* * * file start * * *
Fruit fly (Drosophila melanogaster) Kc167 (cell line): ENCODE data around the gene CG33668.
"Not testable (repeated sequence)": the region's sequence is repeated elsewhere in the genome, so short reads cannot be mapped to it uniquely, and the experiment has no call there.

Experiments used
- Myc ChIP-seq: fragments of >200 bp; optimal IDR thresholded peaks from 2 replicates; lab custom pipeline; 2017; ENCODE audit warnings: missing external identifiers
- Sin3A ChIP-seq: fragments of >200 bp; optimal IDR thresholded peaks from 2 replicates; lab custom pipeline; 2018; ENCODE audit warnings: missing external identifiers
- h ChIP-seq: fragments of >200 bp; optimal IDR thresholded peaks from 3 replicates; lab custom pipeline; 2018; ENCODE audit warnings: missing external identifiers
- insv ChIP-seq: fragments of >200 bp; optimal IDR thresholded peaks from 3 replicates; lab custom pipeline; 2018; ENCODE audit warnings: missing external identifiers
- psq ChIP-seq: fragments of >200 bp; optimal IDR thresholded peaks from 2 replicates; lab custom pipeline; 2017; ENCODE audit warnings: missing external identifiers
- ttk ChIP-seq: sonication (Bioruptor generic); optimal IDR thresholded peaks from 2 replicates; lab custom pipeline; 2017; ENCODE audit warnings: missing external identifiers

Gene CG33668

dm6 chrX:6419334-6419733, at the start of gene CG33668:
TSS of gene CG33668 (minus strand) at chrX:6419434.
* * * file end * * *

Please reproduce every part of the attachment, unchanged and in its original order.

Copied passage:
Fruit fly (Drosophila melanogaster) Kc167 (cell line): ENCODE data around the gene CG33668.
"Not testable (repeated sequence)": the region's sequence is repeated elsewhere in the genome, so short reads cannot be mapped to it uniquely, and the experiment has no call there.

Experiments used
- Myc ChIP-seq: fragments of >200 bp; optimal IDR thresholded peaks from 2 replicates; lab custom pipeline; 2017; ENCODE audit warnings: missing external identifiers
- Sin3A ChIP-seq: fragments of >200 bp; optimal IDR thresholded peaks from 2 replicates; lab custom pipeline; 2018; ENCODE audit warnings: missing external identifiers
- h ChIP-seq: fragments of >200 bp; optimal IDR thresholded peaks from 3 replicates; lab custom pipeline; 2018; ENCODE audit warnings: missing external identifiers
- insv ChIP-seq: fragments of >200 bp; optimal IDR thresholded peaks from 3 replicates; lab custom pipeline; 2018; ENCODE audit warnings: missing external identifiers
- psq ChIP-seq: fragments of >200 bp; optimal IDR thresholded peaks from 2 replicates; lab custom pipeline; 2017; ENCODE audit warnings: missing external identifiers
- ttk ChIP-seq: sonication (Bioruptor generic); optimal IDR thresholded peaks from 2 replicates; lab custom pipeline; 2017; ENCODE audit warnings: missing external identifiers

Gene CG33668

dm6 chrX:6419334-6419733, at the start of gene CG33668:
TSS of gene CG33668 (minus strand) at chrX:6419434.